As so many big Wall Street firms merge or collapse, ETFs have not been spared from the carnage. Shortly before it was acquired by JPMorgan Chase
Such a brief lifespan is atypical of ETFs. But with many funds currently holding low levels of assets under management, you're likely to see more ETFs follow YYY's lead. In early September, there were more than 200 ETFs with assets under $50 million, according to data from the National Stock Exchange. In the wake of the market's declines, many of those funds now have shrunk further, and a few have gone under completely.
Pulling the plug
The XShares funds were hit particularly hard by the market's collapse. Fifteen of these narrowly focused health-care funds recently passed away after months on the critical list. The ETF sponsor had brought to market offerings like the HealthShares Dermatology & Wound Care ETF, which had roughly $2 million in assets when it expired.
Funds can liquidate by selling their portfolios, then giving investors their proportional share of the proceeds. If investors choose to hold their shares until liquidation, they will receive a net asset value that correlates with the price at which the shares are liquidated, and they can get cashed out without paying any brokerage commissions.
Another option is for an ETF to fold itself into another fund. However, funds can't merge without appropriate notice to shareholders, and in most cases, a shareholder vote would be necessary. Also, a fund can broaden its investing objective to attract more investors. For instance, XShares has bolstered four of its remaining funds by broadening their portfolios and lowering fees.
Problems and risks
The hassle and challenge of finding a new fund is only one of several problems an investor faces when a fund shuts down. There are typically issues even before the fund closes, with sporadic trading and wide bid-ask spreads that make it difficult or expensive to sell fund shares. If an ETF holds thinly traded or illiquid securities, and it's forced to sell these assets in a distressed market, investors could find their net asset value discounted.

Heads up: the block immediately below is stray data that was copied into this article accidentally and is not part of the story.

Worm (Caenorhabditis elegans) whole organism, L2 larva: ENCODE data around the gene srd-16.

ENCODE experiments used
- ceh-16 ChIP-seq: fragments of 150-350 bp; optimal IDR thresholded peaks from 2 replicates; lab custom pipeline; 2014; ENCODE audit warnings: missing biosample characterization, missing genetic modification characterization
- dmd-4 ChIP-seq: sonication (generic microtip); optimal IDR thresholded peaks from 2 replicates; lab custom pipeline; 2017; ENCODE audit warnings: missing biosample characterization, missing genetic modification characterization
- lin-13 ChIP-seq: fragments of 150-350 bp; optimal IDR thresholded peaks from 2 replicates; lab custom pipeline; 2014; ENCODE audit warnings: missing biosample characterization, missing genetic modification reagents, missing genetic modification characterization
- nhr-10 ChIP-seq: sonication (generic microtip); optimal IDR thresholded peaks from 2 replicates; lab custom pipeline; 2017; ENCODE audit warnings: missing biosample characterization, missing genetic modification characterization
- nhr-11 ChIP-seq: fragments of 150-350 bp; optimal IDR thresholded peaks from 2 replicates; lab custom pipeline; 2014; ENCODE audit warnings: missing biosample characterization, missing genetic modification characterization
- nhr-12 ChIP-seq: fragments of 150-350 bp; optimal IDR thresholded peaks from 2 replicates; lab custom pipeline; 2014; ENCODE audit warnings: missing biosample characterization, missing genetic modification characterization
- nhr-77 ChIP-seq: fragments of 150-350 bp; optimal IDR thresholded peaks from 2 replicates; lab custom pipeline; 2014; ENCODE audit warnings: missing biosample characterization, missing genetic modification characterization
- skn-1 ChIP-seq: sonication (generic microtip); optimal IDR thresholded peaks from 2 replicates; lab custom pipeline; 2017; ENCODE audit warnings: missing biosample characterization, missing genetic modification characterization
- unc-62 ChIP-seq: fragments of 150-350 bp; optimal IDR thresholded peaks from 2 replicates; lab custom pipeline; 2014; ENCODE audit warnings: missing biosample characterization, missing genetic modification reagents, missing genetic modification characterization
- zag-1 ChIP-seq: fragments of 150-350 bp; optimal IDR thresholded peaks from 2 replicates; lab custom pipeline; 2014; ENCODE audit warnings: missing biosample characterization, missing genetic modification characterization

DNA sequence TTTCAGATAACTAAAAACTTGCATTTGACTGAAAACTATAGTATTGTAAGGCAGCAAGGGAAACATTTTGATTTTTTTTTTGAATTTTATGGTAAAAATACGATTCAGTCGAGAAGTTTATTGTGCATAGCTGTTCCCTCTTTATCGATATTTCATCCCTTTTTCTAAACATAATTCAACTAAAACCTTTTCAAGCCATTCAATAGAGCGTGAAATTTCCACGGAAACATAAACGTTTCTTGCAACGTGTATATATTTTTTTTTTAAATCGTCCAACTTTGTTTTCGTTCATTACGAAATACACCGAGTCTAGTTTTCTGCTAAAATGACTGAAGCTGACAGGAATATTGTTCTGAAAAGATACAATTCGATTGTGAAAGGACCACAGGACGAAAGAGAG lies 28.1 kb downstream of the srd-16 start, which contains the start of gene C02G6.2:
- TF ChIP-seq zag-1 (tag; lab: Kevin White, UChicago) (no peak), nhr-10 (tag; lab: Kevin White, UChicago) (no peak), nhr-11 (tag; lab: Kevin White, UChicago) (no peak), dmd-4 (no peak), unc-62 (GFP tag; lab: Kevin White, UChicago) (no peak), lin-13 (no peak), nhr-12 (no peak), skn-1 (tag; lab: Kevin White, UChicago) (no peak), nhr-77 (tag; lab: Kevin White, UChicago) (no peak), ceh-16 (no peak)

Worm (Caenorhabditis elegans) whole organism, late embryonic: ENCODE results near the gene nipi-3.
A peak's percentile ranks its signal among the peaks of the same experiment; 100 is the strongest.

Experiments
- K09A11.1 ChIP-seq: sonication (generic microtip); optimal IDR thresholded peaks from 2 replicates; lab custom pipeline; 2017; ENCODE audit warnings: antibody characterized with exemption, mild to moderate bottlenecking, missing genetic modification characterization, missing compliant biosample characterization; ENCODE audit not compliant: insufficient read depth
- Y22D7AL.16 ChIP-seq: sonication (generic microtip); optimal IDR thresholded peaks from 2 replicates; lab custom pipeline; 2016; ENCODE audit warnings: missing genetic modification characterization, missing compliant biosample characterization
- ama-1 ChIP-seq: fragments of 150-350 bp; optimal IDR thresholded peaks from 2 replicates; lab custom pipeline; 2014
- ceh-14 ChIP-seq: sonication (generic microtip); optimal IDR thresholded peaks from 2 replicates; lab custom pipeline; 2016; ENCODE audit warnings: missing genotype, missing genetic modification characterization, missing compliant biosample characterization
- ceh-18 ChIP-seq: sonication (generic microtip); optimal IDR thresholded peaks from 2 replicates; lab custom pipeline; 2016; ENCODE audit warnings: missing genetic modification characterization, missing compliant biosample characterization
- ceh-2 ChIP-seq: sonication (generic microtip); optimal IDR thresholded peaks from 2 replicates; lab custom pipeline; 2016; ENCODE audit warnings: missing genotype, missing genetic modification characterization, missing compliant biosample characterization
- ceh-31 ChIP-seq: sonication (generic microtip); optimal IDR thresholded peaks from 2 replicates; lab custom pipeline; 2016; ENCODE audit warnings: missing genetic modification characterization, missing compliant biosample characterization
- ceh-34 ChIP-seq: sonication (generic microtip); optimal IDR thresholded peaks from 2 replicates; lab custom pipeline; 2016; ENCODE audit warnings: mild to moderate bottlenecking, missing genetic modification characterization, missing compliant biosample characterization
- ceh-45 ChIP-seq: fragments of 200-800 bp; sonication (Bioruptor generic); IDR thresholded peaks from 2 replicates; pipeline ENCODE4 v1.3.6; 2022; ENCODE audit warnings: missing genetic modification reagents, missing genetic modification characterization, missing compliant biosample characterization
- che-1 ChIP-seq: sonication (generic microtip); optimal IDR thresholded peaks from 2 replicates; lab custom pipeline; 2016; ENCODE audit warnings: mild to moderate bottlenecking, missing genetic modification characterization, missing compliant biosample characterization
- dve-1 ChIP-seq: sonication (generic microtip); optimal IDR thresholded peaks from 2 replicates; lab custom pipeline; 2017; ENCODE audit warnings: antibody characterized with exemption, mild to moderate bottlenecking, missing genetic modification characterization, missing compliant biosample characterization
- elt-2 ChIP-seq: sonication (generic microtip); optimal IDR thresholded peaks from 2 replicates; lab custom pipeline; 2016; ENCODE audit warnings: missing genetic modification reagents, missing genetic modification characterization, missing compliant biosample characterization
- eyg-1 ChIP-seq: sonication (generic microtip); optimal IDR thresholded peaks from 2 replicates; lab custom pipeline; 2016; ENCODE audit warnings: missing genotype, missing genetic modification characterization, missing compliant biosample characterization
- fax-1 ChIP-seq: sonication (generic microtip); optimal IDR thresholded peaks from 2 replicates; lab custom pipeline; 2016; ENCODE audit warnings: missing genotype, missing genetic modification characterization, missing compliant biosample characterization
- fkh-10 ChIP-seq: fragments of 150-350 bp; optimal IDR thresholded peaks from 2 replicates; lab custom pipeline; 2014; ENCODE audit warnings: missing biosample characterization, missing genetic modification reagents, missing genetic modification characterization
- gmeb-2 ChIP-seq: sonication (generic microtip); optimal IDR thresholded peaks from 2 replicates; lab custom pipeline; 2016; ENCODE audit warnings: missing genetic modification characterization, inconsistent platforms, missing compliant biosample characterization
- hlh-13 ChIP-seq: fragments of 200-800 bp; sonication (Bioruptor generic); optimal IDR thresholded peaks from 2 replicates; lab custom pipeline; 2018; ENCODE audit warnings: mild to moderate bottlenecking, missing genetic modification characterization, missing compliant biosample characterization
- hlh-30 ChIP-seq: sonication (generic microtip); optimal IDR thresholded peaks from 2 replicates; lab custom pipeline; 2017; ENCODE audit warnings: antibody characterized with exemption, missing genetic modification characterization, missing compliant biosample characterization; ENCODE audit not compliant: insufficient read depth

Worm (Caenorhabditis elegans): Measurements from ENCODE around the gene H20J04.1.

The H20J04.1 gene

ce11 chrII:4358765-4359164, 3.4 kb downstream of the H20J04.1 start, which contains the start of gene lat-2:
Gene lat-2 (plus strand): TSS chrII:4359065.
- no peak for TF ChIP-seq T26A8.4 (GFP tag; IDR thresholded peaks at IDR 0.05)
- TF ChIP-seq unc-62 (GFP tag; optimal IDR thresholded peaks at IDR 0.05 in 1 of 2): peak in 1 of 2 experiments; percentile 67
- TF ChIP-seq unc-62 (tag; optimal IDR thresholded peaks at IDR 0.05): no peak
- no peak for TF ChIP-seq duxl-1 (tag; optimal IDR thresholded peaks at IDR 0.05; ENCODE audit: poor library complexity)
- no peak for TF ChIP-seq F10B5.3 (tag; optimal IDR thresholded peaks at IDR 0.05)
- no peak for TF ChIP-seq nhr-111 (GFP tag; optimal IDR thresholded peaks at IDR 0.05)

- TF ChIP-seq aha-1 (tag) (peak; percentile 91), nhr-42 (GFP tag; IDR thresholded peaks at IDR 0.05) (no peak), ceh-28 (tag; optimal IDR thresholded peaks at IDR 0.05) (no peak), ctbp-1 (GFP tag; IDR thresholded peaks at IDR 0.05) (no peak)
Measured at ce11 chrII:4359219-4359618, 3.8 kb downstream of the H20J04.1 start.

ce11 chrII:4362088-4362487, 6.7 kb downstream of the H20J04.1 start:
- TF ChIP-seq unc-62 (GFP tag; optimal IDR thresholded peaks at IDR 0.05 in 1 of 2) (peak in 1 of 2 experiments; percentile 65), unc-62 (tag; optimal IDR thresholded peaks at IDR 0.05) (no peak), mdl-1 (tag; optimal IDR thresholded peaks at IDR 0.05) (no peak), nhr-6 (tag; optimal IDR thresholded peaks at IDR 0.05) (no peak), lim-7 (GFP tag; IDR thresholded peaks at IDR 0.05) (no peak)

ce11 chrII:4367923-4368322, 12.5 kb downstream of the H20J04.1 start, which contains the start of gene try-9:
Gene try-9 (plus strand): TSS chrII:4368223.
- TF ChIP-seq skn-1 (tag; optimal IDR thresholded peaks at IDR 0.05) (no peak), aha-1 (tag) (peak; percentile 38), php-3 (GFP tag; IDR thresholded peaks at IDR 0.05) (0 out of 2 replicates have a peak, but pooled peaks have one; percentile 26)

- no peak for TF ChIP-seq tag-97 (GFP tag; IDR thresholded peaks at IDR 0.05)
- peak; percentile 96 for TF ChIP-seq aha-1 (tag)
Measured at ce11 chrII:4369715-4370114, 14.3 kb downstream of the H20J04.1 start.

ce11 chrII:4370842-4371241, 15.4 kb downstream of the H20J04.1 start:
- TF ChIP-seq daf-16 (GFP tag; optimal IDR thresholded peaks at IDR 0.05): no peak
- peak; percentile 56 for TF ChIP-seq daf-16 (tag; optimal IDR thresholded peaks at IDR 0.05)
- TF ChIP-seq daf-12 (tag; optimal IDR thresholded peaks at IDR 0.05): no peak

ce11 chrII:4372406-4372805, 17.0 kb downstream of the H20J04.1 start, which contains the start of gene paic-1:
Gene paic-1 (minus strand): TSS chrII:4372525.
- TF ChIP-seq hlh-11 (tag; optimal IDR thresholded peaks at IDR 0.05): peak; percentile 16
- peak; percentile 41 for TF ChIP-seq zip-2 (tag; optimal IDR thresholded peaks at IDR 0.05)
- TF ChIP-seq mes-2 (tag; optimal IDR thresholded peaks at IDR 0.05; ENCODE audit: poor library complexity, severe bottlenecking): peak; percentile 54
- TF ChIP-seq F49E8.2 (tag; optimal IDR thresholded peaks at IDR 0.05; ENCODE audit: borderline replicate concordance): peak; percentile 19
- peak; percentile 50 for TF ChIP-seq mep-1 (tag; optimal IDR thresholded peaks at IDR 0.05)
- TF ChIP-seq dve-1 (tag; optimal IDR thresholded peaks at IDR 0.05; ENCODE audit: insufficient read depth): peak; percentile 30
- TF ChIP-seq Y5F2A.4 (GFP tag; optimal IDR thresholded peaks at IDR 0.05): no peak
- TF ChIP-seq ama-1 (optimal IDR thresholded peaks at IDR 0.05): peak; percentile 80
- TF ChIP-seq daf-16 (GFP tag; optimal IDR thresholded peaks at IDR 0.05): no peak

Also, whether you sell early or wait until a fund liquidates, you'll have to pay capital gains taxes on any profits -- something you wouldn't necessarily have to do if the fund continued operating.
Although estimates vary, many observers consider $50 million in assets as the break point at which a fund starts to become economically viable. Even an ETF with assets of $100 million and an expense ratio of 0.25% only grosses $250,000 annually. After paying for the usual expenses, such as promotional, administrative, and legal fees, there's little if any profit left for the manager.
Investors who look through their portfolio for ETFs with minimal assets should fairly quickly discern which funds are candidates for closing down. Just because a fund has not bulked up does not mean it is automatically on the termination list. Large sponsors such as Barclays
But smaller organizations have less flexibility to hold out for the long term. This month, fund manager FocusShares announced it would shut down all four of its ETFs, all of which had dipped below the $50 million asset level.
Bet on big
Even at first blush, some recent ETF offerings were so narrowly defined that they limited the number of potential investors. In the case of ETF longevity, investors are following the same approach they take with their banks: Big is beautiful. That makes sense; the larger an ETF is, the more likely it will be around in the future. If you want to invest in concept funds or the hot sector of the month, you should be aware that they may not be around long enough for your strategy to work out.
Investors who want to avoid the risk that their ETF will close should avoid the fringe funds, sticking instead to:
- ETF giants such as State Street.
- Funds like the SPDR Trust
- iShares ETFs, such as its iShares Russell 2000 Index ETF
- PowerShares and its QQQ Trust
The days of "if you build it, investors will come" are over for ETFs. Like the rest of the financial world, they'll likely return to basics. Regardless of market fluctuations, ETFs haven't lost their many benefits -- but investors who want a fund that won't soon shuffle off the mortal coil should carefully examine asset levels before investing.
Digging up related Foolishness:
Fool contributor Zoe Van Schyndel lives in the Seattle area, where she enjoys the coffee and natural wonders. She does not own any of the funds or securities mentioned in this article. JPMorgan Chase is a Motley Fool Income Investor pick. The Fool owns shares of SPDRs. The Motley Fool has an immortal disclosure policy.